Additionally, winter had decided to go out with a vengeance, so getting out on a bike was also not happening, that didn’t happen until the beginning of April. With only about two months of triathlon specific training ahead, once again, the rational mind of an experienced triathlete helped me see that the Sprint distance was the way to go, and the organizers made no argument in changing my registration.
As of this past Sunday, just days before my fifty-seventh birthday, I completed by third triathlon in a four-month timeframe. There are a lot of people who helped me along the ways. I have mentioned them at various times. I feel the need to mention them again. When naming names, it is always possible to miss someone. If I missed anyone, please do not take offense, and please message me so I can revise and include. Remember, I am going to be seventy-seven years old (in 20 years ) so my memory isn’t what it once was.
My little dog, who means the world to me.
My sponsors, Mark Leffler for providing the bicycle. Ed Charney, of Charney Farms, for providing the swim gear. Racquel Hettesheimer, of Tailored Kneads, for providing therapeutic massage. Dr. Adriene Zulkoski for Chiropractic needs. Mary Ann, Nicole, Jennie, Kim, Nicole, Nicole, Nicole and Shawn who donated via GoFundMe. Patient Amanda Reardon who wanted to contribute the entry fee to the latest triathlon. I’ve been treating Mandy since she was fourteen years old, I am grateful, because she is much more than simply one of my first patients nearly a quarter century ago, she is a close friend who entrusted the care of her family to me; so for more than the fee, but for that trust I am eternally grateful.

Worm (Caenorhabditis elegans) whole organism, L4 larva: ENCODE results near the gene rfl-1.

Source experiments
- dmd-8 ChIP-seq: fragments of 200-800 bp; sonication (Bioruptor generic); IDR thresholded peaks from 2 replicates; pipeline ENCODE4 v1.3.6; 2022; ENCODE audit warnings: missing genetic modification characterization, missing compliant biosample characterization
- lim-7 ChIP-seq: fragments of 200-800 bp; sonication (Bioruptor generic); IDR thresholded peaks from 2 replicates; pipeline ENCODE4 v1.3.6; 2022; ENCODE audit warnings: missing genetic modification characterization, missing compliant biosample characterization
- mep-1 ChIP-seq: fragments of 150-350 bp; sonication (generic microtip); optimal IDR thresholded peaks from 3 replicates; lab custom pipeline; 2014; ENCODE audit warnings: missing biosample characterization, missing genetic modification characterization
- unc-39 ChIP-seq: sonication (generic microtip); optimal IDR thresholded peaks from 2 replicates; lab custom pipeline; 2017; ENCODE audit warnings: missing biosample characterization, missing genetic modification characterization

Annie and Racquel. My co-workers during the worst of COVID. We helped each other get through crisis, and you two helped me stay focused and on track.
Florence❤ who kicked me in the ass when I was ready to completely quit.
My friend Brian, who had to listen to me prattle on about highs and lows. Yet, still had me on his radio show to discuss my journey.